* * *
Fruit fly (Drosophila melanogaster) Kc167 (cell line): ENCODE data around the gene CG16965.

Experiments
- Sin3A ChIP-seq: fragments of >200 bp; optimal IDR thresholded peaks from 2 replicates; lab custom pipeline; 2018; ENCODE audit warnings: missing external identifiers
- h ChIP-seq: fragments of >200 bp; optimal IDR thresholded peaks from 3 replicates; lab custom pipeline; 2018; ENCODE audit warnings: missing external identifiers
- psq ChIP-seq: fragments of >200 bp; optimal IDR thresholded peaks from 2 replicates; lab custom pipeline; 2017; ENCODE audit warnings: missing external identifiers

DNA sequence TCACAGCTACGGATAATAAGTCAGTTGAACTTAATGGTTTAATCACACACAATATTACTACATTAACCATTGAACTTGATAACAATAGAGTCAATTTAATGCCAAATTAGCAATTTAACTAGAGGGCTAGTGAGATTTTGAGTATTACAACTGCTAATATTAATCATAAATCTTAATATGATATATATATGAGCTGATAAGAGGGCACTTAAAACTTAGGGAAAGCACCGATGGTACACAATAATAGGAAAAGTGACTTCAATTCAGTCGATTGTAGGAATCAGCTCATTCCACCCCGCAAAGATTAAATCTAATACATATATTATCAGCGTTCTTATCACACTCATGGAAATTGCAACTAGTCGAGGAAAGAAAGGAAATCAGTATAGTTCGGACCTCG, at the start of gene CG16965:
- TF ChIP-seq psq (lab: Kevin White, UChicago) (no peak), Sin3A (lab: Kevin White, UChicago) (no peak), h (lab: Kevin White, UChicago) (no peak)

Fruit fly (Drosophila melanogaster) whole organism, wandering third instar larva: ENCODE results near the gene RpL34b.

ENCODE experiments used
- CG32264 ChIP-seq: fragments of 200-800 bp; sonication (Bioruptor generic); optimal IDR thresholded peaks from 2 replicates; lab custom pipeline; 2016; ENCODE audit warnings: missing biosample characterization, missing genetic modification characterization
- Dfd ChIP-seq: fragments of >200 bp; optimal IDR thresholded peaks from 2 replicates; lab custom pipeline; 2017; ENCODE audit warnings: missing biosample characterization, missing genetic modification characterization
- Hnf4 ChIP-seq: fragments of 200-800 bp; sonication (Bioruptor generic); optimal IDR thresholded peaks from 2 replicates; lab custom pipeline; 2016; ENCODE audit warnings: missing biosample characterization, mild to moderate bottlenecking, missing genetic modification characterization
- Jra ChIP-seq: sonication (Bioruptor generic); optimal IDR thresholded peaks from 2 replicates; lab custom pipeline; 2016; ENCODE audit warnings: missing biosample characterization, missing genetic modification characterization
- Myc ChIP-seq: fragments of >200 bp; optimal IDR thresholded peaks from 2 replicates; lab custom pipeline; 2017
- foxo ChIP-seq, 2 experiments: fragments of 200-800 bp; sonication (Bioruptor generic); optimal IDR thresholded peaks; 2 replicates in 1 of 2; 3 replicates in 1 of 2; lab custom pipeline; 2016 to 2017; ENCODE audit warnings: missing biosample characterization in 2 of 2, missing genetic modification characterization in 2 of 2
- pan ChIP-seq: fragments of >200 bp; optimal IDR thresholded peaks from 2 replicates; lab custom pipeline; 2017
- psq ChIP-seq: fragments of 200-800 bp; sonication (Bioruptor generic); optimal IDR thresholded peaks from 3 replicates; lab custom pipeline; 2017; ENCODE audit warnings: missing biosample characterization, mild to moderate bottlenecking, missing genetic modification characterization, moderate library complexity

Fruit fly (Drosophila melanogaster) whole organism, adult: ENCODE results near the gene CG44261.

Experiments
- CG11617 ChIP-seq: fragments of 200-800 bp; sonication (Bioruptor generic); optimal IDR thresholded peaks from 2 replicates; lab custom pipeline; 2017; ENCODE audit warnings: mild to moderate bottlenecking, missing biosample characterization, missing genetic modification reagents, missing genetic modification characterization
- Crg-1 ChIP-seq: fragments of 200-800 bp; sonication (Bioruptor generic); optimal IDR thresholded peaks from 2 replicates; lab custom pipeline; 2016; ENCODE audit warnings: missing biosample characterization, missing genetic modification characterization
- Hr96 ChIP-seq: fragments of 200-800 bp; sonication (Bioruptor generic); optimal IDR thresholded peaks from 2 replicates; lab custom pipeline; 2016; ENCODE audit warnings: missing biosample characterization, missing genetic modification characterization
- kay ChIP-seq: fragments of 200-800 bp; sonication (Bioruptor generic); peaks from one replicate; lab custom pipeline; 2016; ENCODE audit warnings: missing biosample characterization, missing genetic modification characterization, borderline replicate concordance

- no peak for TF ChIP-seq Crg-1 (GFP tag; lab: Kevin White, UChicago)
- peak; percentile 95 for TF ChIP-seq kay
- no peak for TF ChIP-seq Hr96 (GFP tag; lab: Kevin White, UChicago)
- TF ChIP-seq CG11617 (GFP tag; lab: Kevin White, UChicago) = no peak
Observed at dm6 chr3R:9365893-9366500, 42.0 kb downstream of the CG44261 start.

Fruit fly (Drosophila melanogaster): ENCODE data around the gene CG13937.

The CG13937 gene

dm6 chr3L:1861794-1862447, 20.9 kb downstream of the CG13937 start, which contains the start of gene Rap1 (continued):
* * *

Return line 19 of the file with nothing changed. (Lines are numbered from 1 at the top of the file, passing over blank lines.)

Experiments